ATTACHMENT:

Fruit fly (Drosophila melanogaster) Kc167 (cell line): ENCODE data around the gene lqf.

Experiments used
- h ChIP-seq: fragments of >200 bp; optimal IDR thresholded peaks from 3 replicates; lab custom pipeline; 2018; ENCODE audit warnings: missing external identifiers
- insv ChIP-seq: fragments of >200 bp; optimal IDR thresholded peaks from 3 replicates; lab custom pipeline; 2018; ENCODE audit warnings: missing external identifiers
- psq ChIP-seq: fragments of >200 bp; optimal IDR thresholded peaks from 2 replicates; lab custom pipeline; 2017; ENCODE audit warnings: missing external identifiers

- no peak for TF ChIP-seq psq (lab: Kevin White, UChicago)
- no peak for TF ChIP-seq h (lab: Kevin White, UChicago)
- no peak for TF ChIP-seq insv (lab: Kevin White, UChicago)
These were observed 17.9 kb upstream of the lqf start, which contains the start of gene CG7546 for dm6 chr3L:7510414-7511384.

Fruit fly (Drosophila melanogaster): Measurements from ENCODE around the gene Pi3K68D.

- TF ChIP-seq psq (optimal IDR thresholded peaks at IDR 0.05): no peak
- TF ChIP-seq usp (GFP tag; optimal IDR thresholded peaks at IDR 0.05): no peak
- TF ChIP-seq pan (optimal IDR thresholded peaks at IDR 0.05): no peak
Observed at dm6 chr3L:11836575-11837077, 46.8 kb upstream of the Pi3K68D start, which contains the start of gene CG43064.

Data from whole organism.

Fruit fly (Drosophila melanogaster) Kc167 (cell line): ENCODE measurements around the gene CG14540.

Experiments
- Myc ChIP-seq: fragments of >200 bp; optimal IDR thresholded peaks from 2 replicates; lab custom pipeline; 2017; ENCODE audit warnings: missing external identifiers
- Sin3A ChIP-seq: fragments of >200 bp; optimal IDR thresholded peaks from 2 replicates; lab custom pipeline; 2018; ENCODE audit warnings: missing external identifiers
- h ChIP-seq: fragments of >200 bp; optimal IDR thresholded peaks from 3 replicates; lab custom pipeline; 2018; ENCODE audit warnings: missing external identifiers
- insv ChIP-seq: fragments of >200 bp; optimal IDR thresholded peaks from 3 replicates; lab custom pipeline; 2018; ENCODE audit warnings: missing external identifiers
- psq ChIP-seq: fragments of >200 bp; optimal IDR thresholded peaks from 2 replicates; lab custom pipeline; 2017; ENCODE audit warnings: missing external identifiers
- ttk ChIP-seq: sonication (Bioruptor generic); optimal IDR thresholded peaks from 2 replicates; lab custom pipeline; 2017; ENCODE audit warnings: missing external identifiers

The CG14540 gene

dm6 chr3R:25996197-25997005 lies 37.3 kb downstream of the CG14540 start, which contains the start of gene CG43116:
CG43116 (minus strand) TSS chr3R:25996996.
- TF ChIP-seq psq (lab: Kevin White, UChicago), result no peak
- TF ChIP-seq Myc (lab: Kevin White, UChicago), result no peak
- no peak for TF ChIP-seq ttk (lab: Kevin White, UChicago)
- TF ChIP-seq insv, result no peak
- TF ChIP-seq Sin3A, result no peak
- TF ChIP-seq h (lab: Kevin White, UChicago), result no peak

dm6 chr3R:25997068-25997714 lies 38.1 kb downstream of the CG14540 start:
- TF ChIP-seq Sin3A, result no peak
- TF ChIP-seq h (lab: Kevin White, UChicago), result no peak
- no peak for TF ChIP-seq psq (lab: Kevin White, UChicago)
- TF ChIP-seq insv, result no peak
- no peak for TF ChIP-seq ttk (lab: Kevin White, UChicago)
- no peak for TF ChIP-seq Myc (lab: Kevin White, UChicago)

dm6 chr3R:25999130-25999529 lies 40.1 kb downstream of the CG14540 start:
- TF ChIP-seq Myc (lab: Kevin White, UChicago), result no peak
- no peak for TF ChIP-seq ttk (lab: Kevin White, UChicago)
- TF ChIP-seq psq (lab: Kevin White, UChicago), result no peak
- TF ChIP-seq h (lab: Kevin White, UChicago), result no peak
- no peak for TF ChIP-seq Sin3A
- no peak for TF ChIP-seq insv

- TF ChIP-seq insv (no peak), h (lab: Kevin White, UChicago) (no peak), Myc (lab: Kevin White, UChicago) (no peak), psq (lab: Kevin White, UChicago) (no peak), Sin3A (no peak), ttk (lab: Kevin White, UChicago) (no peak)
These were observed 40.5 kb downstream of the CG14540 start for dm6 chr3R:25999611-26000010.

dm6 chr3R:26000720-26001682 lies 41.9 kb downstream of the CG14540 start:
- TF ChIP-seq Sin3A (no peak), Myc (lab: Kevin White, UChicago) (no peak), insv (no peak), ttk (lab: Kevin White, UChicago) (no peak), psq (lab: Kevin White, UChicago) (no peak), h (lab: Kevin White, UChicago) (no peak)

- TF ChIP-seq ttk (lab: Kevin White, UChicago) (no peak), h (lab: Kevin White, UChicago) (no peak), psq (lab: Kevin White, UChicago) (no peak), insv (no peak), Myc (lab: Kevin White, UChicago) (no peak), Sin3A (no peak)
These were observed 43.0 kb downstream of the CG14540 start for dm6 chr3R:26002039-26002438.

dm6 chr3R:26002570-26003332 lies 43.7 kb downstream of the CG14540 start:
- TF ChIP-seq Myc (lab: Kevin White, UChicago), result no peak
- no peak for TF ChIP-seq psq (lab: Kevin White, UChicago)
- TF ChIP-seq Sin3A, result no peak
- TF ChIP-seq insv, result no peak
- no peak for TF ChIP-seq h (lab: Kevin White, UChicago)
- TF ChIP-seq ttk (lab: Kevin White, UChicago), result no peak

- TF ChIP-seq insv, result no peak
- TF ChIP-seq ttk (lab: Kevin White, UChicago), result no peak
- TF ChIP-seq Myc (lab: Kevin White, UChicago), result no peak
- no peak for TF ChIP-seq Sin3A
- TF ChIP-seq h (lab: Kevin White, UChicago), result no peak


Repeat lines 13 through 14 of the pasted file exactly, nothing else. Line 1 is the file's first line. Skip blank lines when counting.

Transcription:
- TF ChIP-seq pan (optimal IDR thresholded peaks at IDR 0.05): no peak
Observed at dm6 chr3L:11836575-11837077, 46.8 kb upstream of the Pi3K68D start, which contains the start of gene CG43064.